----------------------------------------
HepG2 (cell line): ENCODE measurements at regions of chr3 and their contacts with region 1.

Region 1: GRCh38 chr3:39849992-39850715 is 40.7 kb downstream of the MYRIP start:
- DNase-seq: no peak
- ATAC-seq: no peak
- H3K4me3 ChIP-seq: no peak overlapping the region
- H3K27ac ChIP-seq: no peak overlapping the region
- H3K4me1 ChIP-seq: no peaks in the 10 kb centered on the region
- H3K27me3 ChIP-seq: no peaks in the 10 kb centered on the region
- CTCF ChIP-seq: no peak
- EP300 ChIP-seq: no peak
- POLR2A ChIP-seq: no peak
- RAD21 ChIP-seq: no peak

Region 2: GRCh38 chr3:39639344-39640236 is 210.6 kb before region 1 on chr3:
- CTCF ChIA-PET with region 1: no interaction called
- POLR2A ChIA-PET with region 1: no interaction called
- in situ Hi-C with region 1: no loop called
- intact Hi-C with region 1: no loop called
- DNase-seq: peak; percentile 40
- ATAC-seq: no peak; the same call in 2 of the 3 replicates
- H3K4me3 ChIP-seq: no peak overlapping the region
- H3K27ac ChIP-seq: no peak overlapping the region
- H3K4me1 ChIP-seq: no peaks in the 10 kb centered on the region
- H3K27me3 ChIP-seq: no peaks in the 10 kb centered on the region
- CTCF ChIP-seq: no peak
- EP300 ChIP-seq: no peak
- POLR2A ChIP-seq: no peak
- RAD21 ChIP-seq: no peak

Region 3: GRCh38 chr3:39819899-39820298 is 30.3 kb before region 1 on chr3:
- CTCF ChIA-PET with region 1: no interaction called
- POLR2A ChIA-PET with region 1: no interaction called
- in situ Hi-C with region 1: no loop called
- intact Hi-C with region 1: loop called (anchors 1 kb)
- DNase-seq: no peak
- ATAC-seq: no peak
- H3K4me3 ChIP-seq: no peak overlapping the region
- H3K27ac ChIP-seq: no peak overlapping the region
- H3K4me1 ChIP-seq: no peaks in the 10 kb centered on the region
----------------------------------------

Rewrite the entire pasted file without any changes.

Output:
HepG2 (cell line): ENCODE measurements at regions of chr3 and their contacts with region 1.

Region 1: GRCh38 chr3:39849992-39850715 is 40.7 kb downstream of the MYRIP start:
- DNase-seq: no peak
- ATAC-seq: no peak
- H3K4me3 ChIP-seq: no peak overlapping the region
- H3K27ac ChIP-seq: no peak overlapping the region
- H3K4me1 ChIP-seq: no peaks in the 10 kb centered on the region
- H3K27me3 ChIP-seq: no peaks in the 10 kb centered on the region
- CTCF ChIP-seq: no peak
- EP300 ChIP-seq: no peak
- POLR2A ChIP-seq: no peak
- RAD21 ChIP-seq: no peak

Region 2: GRCh38 chr3:39639344-39640236 is 210.6 kb before region 1 on chr3:
- CTCF ChIA-PET with region 1: no interaction called
- POLR2A ChIA-PET with region 1: no interaction called
- in situ Hi-C with region 1: no loop called
- intact Hi-C with region 1: no loop called
- DNase-seq: peak; percentile 40
- ATAC-seq: no peak; the same call in 2 of the 3 replicates
- H3K4me3 ChIP-seq: no peak overlapping the region
- H3K27ac ChIP-seq: no peak overlapping the region
- H3K4me1 ChIP-seq: no peaks in the 10 kb centered on the region
- H3K27me3 ChIP-seq: no peaks in the 10 kb centered on the region
- CTCF ChIP-seq: no peak
- EP300 ChIP-seq: no peak
- POLR2A ChIP-seq: no peak
- RAD21 ChIP-seq: no peak

Region 3: GRCh38 chr3:39819899-39820298 is 30.3 kb before region 1 on chr3:
- CTCF ChIA-PET with region 1: no interaction called
- POLR2A ChIA-PET with region 1: no interaction called
- in situ Hi-C with region 1: no loop called
- intact Hi-C with region 1: loop called (anchors 1 kb)
- DNase-seq: no peak
- ATAC-seq: no peak
- H3K4me3 ChIP-seq: no peak overlapping the region
- H3K27ac ChIP-seq: no peak overlapping the region
- H3K4me1 ChIP-seq: no peaks in the 10 kb centered on the region